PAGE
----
Guest blogger: Sybil Kapoor
Who can resist climbing out of their sleeping bag to see the dawn? As the sun rises at just before 5.40am for the Big Wild Sleepout, you should set your alarm a little earlier so that you can watch the night fade with the first rays of the sun. At this magical hour you might see deer or even a hare, nibbling the dewy grass in the early morning mist. You’ll certainly spot many birds as they flutter in the undergrowth hunting out seeds and insects. If you’re very lucky you might see a beautiful barn owl silently hunting over meadows and river banks before retiring for the day.
Bacon soda bread
Such activity creates an appetite for breakfast, so treat yourself to an alfresco breakfast with some buttered bacon soda bread and any remaining cherry tomatoes. As the sun rises, look out for insects and lizards warming themselves in the sun. If you’re near a pond, you might see lots of young froglets basking in the day’s warmth as the dragonflies skim across the surface.
Like all soda breads, this is best eaten on the day of making, but for a breakfast picnic, you can make it ahead, freeze it and then allow to defrost overnight.
Makes 450g/1lb loaf
150g/5½ oz (6 slices) dry-cured back bacon (smoked or unsmoked)
2 tablespoons cold-pressed rapeseed oil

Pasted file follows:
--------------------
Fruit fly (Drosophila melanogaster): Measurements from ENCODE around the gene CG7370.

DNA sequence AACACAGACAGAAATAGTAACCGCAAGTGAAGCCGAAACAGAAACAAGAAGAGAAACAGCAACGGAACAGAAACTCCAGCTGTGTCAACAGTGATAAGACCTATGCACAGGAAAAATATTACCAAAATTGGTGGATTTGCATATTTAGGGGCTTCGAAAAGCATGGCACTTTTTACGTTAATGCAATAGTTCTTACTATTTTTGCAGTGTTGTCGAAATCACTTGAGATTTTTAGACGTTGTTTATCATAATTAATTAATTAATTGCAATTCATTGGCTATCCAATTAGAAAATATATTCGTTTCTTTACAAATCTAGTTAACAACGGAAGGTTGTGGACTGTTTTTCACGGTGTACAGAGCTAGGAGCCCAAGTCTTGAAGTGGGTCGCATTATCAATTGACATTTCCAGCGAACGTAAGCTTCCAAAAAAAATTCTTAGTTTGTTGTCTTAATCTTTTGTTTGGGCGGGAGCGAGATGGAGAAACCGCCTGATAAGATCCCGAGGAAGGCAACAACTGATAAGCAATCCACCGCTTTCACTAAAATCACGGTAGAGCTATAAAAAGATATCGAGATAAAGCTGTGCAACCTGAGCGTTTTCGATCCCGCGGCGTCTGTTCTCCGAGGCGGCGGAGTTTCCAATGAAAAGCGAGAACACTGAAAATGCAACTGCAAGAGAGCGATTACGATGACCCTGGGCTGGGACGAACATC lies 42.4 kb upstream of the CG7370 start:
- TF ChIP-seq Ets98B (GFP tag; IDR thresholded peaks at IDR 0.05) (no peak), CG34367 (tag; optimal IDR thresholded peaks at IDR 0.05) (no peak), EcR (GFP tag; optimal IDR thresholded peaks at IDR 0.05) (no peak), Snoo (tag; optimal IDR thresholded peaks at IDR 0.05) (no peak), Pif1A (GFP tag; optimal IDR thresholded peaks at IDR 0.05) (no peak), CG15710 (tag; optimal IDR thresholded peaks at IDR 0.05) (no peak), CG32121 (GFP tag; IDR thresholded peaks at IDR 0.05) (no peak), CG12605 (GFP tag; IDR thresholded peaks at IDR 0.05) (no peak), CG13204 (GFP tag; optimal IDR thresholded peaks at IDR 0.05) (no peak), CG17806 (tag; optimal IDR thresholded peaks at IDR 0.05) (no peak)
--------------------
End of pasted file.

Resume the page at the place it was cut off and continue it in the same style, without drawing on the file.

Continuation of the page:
450g/1lb plain white flour
1 ½ teaspoons salt
1 teaspoon bicarbonate of soda
150ml/5 ½ fl oz soured cream
150ml/5 ½ fl oz water + extra as needed
1 Preheat the oven to fan 200°C/gas 7. Lightly grease a baking sheet.
2 Trim the bacon of any fat and cut into small dice. Set a non-stick frying pan over a medium-high heat. Add the oil, and once hot, fry the diced bacon briskly for 4-5 minutes, until lightly coloured and just beginning to turn crisp. Using a slotted spoon, remove from the pan and drain on a plate lined with kitchen paper.
3 Sift the flour, bicarbonate of soda and salt into a bowl. Mix thoroughly. Stir in the fried bacon. Whisk together the cream and 150ml/5 ½ fl oz water. Stir the thinned cream into the flour. Mix together and, if necessary, add a little more water until you have a soft, but not a sticky dough. Different flours absorb different amounts of water, so you may need to add a further 50ml/scant 2fl oz.
4 Turn out on to a clean, lightly floured surface and quickly work into a smooth dough. Shape into a round loaf, place on the baking sheet and cut a deep cross in the top of the loaf.
5 Bake in the oven for 30 minutes or until golden on top and cooked through. Keep an eye on it towards the last 5-10 minutes and cover with foil for the last 5 minutes if it is going too brown. It is cooked when it sounds hollow if tapped on its bottom. Slip on to a wire rack and leave to cool for at least 15 minutes before eating.
6 For your picnic breakfast – leave until completely cold, then place in a freezer bag, push out any air, seal tightly and freeze. Only remove from the freezer when you’re packing your picnic.
Recipe from National Trust Simply Baking
Photography by Karen Thomas